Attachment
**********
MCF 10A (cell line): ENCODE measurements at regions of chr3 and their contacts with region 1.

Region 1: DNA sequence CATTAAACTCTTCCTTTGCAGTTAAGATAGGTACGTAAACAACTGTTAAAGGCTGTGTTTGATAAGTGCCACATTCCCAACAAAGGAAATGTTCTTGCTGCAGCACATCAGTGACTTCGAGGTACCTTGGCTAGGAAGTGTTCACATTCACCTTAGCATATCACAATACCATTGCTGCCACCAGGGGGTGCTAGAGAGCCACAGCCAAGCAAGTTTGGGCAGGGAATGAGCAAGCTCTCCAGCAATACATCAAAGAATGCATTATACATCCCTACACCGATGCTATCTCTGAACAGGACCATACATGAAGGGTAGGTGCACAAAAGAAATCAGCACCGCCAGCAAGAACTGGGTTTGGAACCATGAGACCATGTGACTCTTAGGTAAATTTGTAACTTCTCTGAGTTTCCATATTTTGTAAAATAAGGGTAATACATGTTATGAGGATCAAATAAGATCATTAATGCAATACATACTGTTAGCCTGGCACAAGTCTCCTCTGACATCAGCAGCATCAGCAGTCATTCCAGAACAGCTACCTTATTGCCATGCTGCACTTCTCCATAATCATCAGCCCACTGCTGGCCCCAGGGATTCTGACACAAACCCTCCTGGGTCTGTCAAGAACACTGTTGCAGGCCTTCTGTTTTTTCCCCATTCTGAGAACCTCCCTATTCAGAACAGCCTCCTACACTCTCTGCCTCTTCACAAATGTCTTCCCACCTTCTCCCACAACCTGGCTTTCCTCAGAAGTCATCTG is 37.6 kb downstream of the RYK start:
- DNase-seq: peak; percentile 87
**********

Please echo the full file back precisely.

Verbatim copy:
MCF 10A (cell line): ENCODE measurements at regions of chr3 and their contacts with region 1.

Region 1: DNA sequence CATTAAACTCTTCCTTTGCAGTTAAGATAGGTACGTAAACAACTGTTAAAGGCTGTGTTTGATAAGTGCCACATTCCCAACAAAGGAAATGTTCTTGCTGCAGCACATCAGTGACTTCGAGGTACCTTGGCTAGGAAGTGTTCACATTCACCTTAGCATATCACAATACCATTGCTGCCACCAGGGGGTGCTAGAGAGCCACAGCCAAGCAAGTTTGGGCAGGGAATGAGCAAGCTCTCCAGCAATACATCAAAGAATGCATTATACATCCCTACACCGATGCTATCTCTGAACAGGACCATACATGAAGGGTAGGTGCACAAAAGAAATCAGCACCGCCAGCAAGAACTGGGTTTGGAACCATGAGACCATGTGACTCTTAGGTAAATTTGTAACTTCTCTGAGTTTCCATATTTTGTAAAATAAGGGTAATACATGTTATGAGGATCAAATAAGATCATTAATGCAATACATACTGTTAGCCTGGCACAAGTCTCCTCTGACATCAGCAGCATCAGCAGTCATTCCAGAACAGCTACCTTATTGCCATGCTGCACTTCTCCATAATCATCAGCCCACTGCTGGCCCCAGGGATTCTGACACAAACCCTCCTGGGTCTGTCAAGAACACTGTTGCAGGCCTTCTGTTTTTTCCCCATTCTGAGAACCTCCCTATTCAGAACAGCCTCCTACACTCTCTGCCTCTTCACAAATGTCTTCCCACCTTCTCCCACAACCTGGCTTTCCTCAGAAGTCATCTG is 37.6 kb downstream of the RYK start:
- DNase-seq: peak; percentile 87